Inside Sanpete, Inside Norway
This past Monday was officially the first day of spring. It hasn’t quite felt like spring this week, has it? The weather has reminded me of the conversations I have with people occasionally about Sanpete’s weather.
I remember a conversation I had a few years ago, in an April, I believe. I spoke briefly to a friend on the street. He was a recently transplanted Southern Californian to Sanpete. As Mother Nature showered us with snowflakes, he remarked that he didn’t “get” the seasons around here.
We were looking at daffodils in bloom as he asked, “In what month doesn’t it snow here in Sanpete?” I replied that I wasn’t sure there was a Sanpete month of non-snow – at least in the mountains.
But I did tell him that I don’t believe I’ve heard of it snowing in the valley in August. But I do know people my age who would sign affidavits that it snowed at least once on the 4th of July on the valley floor.
Remembering that conversation made me think of my church mission in Norway. I occasionally mention Norway in this space. Norway has been on my mind because of the weather this year.
Adding to my Norway thoughts is that I occasionally run into people in Sanpete who went on missions to Norway as well. That happened the other day. We usually have a little greeting and small talk in Norwegian.
Some people say to me, “Oh man, learning Norwegian must have been really tough.” I just nod and say that it wasn’t easy for me. Actually, I have read that Scandinavian languages (Norwegian, Swedish, and Danish – not Finnish) are some of the easiest languages for English speakers to learn.
Weather in Sanpete can sometimes be like weather in Norway. We used to say that we had two seasons there: white winter and green winter.
We also said that we hoped that summer would fall on a weekend so we could go on a picnic. It wasn’t really that bad, but exaggeration always makes humor better.
Back in the olden days of the early 1970s in Norway, we missionaries were required to wear hats from Oct. 15 to April 15. One of the reasons for us to wear hats was supposedly to protect us from falling icicles.
There were lots of icicles hanging off the eaves of houses and apartment buildings. We heard rumors of people being killed. But I never believed that my “Dick Tracy” hat was going to give me much protection from a 30-pound lance of ice plummeting towards my noggin.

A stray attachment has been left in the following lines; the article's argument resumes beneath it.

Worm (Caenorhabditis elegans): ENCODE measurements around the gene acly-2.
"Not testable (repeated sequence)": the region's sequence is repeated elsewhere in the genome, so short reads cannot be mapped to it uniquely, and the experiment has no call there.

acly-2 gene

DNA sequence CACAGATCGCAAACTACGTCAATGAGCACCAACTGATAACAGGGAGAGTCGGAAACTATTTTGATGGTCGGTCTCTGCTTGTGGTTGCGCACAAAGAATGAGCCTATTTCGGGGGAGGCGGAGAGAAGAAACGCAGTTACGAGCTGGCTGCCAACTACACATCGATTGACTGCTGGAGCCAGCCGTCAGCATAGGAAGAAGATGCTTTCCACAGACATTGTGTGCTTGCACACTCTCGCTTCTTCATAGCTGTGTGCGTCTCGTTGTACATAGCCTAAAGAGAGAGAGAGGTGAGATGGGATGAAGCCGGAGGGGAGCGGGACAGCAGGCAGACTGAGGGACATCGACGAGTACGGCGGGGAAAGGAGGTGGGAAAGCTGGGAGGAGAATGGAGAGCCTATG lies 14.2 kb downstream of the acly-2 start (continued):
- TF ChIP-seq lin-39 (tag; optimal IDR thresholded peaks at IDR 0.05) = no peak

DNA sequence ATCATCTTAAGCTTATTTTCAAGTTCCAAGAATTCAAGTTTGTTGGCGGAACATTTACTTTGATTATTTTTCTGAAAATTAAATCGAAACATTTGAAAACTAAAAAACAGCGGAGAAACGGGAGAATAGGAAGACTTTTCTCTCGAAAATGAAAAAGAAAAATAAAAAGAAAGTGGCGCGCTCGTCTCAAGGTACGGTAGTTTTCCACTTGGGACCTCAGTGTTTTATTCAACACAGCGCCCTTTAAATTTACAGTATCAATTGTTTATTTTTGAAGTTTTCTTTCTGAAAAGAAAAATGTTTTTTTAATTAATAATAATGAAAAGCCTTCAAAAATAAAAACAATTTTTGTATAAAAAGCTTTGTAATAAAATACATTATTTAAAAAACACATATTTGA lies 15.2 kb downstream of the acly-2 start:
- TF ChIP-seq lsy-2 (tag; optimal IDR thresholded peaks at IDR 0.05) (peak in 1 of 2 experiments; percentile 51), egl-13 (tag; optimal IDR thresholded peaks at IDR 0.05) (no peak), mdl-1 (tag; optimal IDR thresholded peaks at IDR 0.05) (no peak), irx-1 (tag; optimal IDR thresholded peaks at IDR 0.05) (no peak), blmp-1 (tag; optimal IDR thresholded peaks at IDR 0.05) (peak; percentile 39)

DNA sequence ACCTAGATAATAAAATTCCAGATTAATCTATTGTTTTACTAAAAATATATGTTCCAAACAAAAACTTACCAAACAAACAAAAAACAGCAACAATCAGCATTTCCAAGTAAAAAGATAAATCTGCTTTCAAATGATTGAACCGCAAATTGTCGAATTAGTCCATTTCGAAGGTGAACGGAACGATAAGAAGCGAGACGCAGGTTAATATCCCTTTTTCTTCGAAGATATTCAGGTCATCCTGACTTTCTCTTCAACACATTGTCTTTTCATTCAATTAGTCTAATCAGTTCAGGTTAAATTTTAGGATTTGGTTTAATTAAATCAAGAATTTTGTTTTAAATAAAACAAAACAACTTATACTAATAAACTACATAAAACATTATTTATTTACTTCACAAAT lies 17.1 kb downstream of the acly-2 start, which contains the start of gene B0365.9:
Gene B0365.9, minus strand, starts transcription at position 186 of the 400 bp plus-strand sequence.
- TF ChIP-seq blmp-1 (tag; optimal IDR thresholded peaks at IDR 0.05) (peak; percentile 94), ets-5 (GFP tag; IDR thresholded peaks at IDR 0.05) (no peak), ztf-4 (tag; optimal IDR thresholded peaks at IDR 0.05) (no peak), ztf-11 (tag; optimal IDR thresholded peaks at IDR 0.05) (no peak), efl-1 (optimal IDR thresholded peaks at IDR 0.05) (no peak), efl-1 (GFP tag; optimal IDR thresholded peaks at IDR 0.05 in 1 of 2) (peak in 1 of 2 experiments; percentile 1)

I did a little research and it seems like more people die of icicle deaths in Russia than about anywhere. Some years back, I read (in English) a strange, murder mystery. It was a popular novel titled “The Lovely Bones.” I mention it, only because a falling icicle factors significantly into the story.
As far as the hat rule went, I simply thought that we were just being asked to do the sensible thing. When it’s winter in Norway, it’s cold (duh). So, it makes sense to cover up and stay warm. Nineteen-year-old American boys in Norway don’t always do the sensible thing when left to their own decisions. So, a rule was needed, I suppose.
Every few years, my wife and I drive to the Salt Lake area for a reunion to meet with some of my comrades to remember our missionary experiences. It’s fun to reminisce about the old days in the “Land of the Midnight Sun.”
By the way, Norway is also the “Land of the Noonday Darkness” if you happen to be there in north Norway during the winter. But the tourist board conveniently neglects any mention of that aspect of the country.
At the reunions, it’s fun to eat goat cheese covered waffles, salmon, open-faced sandwiches with Jarlsberg cheese and jam, and marzipan frosted blotkake (moist cake).
Sanpete, of course, has a connection with Scandinavia. And it’s more than just our unpredictable, sometimes chilly at the wrong time, weather. Many here in the county are descendants of the early Norwegian, Swedish and Danish settlers. Maybe that’s why Sanpeters accept the weather without too much complaining. It’s just the way it is. It’s in the DNA of Olsens, Petersens, Nielsens, Jensens, and Christensens, etc.
My Norwegian DNA is mainly adopted. As far as I know, only a tiny bit of my O negative blood originated anywhere near Oslo, Stockholm or Copenhagen. But when it’s time for Scandinavian Days in Ephraim on Memorial Day weekend, I wear my Norwegian tee shirt proudly – even in the occasional late May snowstorms.
I think Sanpeters “bloom where they’re planted” — or transplanted. People who move here soon “get” how the seasons work around here. The thing to remember? — there’s nothing to “get.” You just take what Mother Nature deals out and live with it. It becomes part of your Sanpete DNA. — Merrill